The US and the world are in for some turbulence and the signs so far are pretty gloomy.  Obama rescued his country from the great recession, with the US performing better than other developed economies in terms of the speed in getting out of the recession, economic growth rate and  job creation.  He implemented a health care system that all developed countries take for granted. He rebuilt relationships with allies that had been seriously frayed under Bush, negotiated a historic agreement with Iran and mended relationship with Cuba.  Working with other world leaders, he negotiated an agreement that most scientists say is crucial to address climate change.  He worked with allies to impose sanctions on Russia for that country’s invasion of Ukraine.

Trump, in his statements and appointments will unravel many of these achievements and introduce major risks.  His economic plans and cabinet choice will not achieve his stated economic growth rate and there are serious risks involved in his protectionist agenda.  EU leaders are worried by the fact that he has lauded Brexit, suggested that more countries should follow Britain and met with fringe and extremist politicians like Nigel Farage and Marie Le Pen who oppose the EU project.  NATO members are worried about his embrace of Putin who he regards as “smart”.  In a recent interview he stated that NATO was “obsolete”.  His obsession and that of his NSA Adviser with Islamic extremists, support for the Russia’s actions in Syria and his Ambassador to Israel are likely to embolden Islamist extremists and help them in their recruitment.  IS must be very happy with these developments, because he has appointed an Israeli Ambassador who provided financial support to Israeli settlements in the West Bank and Trump’s statement that he will move the US Embassy to Jerusalem.  Breaking with US tradition and policy of the last fifty years he spoke to Taiwan’s leader soon after his victory and has questioned the one China policy.  He is likely to anger Latin America with his position on Mexico and opposition to the US-Cuba rapprochement.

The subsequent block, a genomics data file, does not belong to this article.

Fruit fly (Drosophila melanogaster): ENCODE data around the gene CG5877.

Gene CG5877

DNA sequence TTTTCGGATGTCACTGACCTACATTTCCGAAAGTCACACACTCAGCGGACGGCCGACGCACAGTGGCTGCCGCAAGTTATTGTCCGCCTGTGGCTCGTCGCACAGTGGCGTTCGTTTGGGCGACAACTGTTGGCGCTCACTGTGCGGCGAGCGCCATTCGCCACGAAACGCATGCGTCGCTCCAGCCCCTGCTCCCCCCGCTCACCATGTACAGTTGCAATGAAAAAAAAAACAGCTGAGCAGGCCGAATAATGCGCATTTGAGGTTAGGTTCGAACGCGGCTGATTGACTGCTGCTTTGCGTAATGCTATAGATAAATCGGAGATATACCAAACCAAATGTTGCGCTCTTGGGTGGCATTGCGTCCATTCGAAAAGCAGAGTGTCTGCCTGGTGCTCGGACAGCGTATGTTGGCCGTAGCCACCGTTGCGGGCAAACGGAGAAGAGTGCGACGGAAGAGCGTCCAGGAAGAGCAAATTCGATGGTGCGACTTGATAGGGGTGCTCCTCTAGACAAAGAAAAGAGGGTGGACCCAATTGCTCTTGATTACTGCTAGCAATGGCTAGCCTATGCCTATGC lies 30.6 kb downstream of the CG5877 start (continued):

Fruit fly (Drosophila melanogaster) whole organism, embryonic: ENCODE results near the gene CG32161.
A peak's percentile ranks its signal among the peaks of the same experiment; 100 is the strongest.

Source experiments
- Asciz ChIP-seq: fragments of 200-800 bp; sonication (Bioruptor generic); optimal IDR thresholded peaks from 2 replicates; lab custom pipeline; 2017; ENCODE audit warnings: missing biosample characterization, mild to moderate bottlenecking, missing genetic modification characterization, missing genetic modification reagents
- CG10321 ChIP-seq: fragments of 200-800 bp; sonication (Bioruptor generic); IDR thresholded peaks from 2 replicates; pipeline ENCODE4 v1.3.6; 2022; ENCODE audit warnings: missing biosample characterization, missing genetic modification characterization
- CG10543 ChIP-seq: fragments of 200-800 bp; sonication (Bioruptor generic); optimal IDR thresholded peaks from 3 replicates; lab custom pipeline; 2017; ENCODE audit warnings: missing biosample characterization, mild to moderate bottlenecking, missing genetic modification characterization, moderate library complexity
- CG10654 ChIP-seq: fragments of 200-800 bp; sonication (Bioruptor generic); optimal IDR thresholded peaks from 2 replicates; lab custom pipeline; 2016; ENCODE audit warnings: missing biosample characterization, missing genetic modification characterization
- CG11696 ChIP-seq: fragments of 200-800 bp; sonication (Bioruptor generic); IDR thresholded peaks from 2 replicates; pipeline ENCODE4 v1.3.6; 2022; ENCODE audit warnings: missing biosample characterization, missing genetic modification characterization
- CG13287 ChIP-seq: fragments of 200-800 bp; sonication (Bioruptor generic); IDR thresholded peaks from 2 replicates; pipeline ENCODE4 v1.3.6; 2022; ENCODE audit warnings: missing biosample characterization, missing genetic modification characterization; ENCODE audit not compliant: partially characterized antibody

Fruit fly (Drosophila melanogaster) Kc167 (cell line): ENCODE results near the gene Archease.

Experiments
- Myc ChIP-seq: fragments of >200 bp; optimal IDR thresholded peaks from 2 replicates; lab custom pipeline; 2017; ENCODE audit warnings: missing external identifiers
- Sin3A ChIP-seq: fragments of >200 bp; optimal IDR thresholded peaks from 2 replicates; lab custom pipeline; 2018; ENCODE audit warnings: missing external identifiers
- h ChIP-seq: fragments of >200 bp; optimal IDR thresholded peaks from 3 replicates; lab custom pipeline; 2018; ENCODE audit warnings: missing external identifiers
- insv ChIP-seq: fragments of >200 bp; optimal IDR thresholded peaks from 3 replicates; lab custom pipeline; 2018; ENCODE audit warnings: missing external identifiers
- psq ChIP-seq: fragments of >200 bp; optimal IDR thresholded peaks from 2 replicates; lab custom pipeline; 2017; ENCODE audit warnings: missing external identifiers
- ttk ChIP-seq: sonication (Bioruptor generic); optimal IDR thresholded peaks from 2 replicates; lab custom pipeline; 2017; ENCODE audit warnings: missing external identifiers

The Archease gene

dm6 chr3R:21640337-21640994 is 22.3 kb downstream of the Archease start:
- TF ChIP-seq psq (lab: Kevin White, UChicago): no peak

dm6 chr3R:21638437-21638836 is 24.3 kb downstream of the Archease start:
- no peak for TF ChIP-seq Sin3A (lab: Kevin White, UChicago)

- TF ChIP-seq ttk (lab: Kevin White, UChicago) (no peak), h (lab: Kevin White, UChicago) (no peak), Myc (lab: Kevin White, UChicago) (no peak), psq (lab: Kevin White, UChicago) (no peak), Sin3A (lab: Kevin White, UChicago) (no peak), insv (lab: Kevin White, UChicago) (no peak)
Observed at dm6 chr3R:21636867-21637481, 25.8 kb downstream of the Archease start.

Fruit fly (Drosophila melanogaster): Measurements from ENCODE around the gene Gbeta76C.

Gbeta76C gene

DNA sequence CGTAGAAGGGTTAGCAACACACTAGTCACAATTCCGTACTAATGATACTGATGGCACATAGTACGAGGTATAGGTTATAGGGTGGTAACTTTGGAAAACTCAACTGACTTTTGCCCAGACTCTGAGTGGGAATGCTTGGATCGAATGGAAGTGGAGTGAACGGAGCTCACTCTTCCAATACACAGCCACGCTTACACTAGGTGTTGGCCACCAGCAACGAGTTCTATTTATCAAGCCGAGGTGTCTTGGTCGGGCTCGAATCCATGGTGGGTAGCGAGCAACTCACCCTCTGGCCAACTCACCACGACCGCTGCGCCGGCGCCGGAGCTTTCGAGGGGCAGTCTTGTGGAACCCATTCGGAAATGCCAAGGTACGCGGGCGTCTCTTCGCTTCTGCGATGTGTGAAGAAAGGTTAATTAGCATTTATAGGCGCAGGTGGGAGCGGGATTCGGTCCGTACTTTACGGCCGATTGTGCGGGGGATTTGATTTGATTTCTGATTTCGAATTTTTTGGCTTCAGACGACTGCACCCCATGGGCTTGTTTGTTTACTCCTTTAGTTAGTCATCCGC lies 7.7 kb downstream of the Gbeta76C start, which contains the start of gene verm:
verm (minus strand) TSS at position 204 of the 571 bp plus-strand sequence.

Trump’s election poses serious challenges to his party, the Democratic Party, the media, civil society and the US.  The Republican Party needs to reassess its position in terms of its ideology and how it chooses its leader.  In particular, how a candidate with views that contradict its core values can end up becoming its standard bearer.  Democrats need to reassess how they can lose a natural base, White working class voters, to a candidate that has failed them even before taking office. They need to take a hard line, like the Republicans did when Obama was elected, use guerrilla strategies and tactics to obstruct every move by this administration.  One symbolic move could be to stand up and say “you lie” as the Republican Congressman did to Obama, in this case there will be much justification.  They must seek electoral reform so that the Electoral College votes are in line with the population.   The media was complicit in Trump’s victory.  Trump the serial liar was able to set the agenda, not with serious policy statements, rather by tweeting and using his showman skills.  The media should highlight lies, focus on real policy issues and ignore gimmicks.  Opponents of Trump should continue to dig and I am sure that they will find grounds for his impeachment.